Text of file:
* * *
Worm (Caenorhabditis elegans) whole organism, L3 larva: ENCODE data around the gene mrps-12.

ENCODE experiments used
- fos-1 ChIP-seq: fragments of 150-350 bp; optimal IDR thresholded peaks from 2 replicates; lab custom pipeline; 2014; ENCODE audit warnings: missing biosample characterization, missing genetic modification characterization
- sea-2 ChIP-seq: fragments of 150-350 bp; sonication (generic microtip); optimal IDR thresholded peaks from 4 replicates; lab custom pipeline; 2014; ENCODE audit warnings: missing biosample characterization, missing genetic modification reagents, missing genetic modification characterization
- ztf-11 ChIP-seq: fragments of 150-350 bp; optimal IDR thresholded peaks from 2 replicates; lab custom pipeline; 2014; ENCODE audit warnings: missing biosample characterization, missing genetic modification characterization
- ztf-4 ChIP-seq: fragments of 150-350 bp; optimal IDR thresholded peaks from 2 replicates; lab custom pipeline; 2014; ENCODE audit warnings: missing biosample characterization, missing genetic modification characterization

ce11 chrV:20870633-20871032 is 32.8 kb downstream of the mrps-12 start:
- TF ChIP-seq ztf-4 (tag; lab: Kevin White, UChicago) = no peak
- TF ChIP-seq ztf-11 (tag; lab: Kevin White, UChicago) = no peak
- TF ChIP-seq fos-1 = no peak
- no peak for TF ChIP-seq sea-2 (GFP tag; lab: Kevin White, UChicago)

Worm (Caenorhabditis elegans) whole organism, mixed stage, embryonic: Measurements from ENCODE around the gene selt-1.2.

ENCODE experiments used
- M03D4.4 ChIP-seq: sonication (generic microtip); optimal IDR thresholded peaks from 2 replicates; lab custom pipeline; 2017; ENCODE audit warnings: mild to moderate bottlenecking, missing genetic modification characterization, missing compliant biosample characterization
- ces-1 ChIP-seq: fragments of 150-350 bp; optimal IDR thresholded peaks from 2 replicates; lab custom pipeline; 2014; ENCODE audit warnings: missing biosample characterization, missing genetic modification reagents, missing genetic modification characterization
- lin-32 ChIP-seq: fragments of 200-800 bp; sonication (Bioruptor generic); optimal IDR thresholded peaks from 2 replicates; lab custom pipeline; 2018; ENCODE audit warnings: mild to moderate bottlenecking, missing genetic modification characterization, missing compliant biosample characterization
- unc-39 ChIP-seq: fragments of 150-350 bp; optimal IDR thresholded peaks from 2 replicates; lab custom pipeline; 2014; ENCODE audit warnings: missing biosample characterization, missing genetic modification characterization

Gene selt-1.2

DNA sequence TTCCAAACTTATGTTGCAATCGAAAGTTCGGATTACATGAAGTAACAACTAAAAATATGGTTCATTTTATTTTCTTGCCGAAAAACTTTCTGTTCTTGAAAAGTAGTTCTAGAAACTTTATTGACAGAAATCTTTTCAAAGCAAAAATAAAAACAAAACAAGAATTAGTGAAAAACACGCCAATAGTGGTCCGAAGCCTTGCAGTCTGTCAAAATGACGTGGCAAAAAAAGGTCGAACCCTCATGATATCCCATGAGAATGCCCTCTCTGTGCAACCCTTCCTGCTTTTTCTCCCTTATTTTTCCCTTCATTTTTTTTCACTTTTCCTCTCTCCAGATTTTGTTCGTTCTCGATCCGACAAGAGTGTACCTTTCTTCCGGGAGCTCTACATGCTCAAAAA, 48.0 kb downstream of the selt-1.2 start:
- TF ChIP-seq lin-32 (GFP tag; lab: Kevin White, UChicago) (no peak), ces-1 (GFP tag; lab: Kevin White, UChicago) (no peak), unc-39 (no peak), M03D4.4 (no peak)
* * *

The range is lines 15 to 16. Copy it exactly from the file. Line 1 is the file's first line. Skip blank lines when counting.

- ces-1 ChIP-seq: fragments of 150-350 bp; optimal IDR thresholded peaks from 2 replicates; lab custom pipeline; 2014; ENCODE audit warnings: missing biosample characterization, missing genetic modification reagents, missing genetic modification characterization
- lin-32 ChIP-seq: fragments of 200-800 bp; sonication (Bioruptor generic); optimal IDR thresholded peaks from 2 replicates; lab custom pipeline; 2018; ENCODE audit warnings: mild to moderate bottlenecking, missing genetic modification characterization, missing compliant biosample characterization